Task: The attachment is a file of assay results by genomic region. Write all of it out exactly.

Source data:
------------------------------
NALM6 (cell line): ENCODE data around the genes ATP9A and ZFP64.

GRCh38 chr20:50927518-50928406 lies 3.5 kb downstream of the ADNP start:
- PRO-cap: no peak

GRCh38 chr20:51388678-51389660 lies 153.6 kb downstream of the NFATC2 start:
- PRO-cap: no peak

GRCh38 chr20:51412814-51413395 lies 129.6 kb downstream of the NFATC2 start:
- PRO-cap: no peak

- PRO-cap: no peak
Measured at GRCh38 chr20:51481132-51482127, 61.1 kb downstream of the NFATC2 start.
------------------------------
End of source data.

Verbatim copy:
NALM6 (cell line): ENCODE data around the genes ATP9A and ZFP64.

GRCh38 chr20:50927518-50928406 lies 3.5 kb downstream of the ADNP start:
- PRO-cap: no peak

GRCh38 chr20:51388678-51389660 lies 153.6 kb downstream of the NFATC2 start:
- PRO-cap: no peak

GRCh38 chr20:51412814-51413395 lies 129.6 kb downstream of the NFATC2 start:
- PRO-cap: no peak

- PRO-cap: no peak
Measured at GRCh38 chr20:51481132-51482127, 61.1 kb downstream of the NFATC2 start.